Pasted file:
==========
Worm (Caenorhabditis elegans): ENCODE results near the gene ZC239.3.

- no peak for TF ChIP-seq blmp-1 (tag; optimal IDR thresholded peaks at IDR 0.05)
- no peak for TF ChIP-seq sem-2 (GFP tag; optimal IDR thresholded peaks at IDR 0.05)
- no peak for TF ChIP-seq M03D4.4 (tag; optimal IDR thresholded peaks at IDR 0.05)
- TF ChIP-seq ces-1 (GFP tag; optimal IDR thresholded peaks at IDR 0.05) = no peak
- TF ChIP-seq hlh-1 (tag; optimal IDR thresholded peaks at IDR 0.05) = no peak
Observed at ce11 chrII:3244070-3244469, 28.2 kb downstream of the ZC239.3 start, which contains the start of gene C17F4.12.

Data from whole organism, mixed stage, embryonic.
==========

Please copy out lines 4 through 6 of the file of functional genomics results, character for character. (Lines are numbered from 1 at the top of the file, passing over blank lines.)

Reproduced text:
- no peak for TF ChIP-seq M03D4.4 (tag; optimal IDR thresholded peaks at IDR 0.05)
- TF ChIP-seq ces-1 (GFP tag; optimal IDR thresholded peaks at IDR 0.05) = no peak
- TF ChIP-seq hlh-1 (tag; optimal IDR thresholded peaks at IDR 0.05) = no peak